The father of imprisoned American student Amanda Knox said he hopes a new book detailing her thoughts about life in an Italian prison will help change public opinion of his daughter, who has been vilified in the Italian media.
"We have been trying throughout this whole process to portray Amanda the way we know her and now there's somebody actually from Italy who's gotten to spend time with her," Curt Knox told "Good Morning America" today. "We're hoping this will change some minds."
Speaking out for the first time about their meetings, Italian MP and author Rocco Girlanda, who penned "Take Me With You: Conversations With Amanda Knox in Prison," said he met with Knox about 20 times in the last year and that he believes she's innocent.
Knox, he said, has grown more somber and serious over time.
In one exchange, Girlanda said Knox told him, "Everybody tells me, 'You're famous.' And I answer, 'I'm not Angelina Jolie.'"
"How ugly to be famous for this," Girlanda said Knox told him. "I would have preferred to be famous for something I built, I achieved."
Knox is serving a 26-year prison sentence in Perugia, Italy, for the 2007 murder of her British roommate Meredith Kercher. Knox's boyfriend at the time Raffaele Sollecito was also convicted of murder in a separate trial.
The media in Italy have often portrayed Knox as a hard-partying, spoiled American, an image her family has denied is accurate.
Curt Knox said his daughter is aware of all the other books and television movies that have been planned. And she often receives newspapers that detail what is being written about her case.
He gets to speak with her once a week.
"It's very precious," he said. "The ability to hear her voice from 6,000 miles away is just that much better than getting a letter."
Knox has spent the last several months preparing for her November appeal. The appeal will question the validity of forensic testing used on the alleged murder weapon, and question the legality of an all-night police interrogation that Knox has claimed became abusive. Police have denied mistreating her.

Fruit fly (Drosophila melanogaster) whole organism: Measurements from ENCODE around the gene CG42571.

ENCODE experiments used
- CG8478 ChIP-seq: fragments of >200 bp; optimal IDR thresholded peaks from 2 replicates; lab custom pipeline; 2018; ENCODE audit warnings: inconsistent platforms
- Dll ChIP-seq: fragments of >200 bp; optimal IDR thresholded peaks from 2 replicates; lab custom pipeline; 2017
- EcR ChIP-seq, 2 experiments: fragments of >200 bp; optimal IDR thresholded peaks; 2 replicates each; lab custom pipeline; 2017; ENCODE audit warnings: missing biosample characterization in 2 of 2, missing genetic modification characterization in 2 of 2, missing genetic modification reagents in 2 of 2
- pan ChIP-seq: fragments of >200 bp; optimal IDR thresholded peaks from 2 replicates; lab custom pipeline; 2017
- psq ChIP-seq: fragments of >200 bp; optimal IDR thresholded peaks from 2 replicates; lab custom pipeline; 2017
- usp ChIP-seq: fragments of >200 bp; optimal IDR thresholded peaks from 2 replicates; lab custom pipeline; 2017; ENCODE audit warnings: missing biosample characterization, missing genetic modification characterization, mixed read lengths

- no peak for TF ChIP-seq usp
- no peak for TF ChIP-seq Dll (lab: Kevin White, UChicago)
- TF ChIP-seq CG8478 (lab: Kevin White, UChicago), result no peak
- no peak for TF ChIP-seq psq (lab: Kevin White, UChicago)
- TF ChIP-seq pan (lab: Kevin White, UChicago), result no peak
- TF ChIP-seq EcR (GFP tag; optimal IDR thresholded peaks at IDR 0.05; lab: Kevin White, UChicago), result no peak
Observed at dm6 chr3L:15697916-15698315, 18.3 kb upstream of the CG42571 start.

The Associated Press, who received an advance copy of the book, said Knox discusses not just her thoughts on her life in prison, but also her aspiration to have a family, get married and adopt children. She also discusses the option of adopting children as a single parent.
"She's very much looking forward to coming home," Curt Knox said.
Knox attorney Ted Simon said the only account of Knox's life he's interested in is one from the appellate court, ruling in her favor.
He said her legal team was "hopeful and cautiously optimistic" that Italian officials will finally agree with them that there isn't one piece of compelling forensic evidence that connected Knox to the murder scene.
"The only question is why is Amanda still in jail and when will she be freed?" he said.
In another new book on Knox written by a former fellow inmate, there are claims that Knox refused to take tranquilizers that were pushed on her by guards and that she was initially shunned by other prisoners because of her beauty.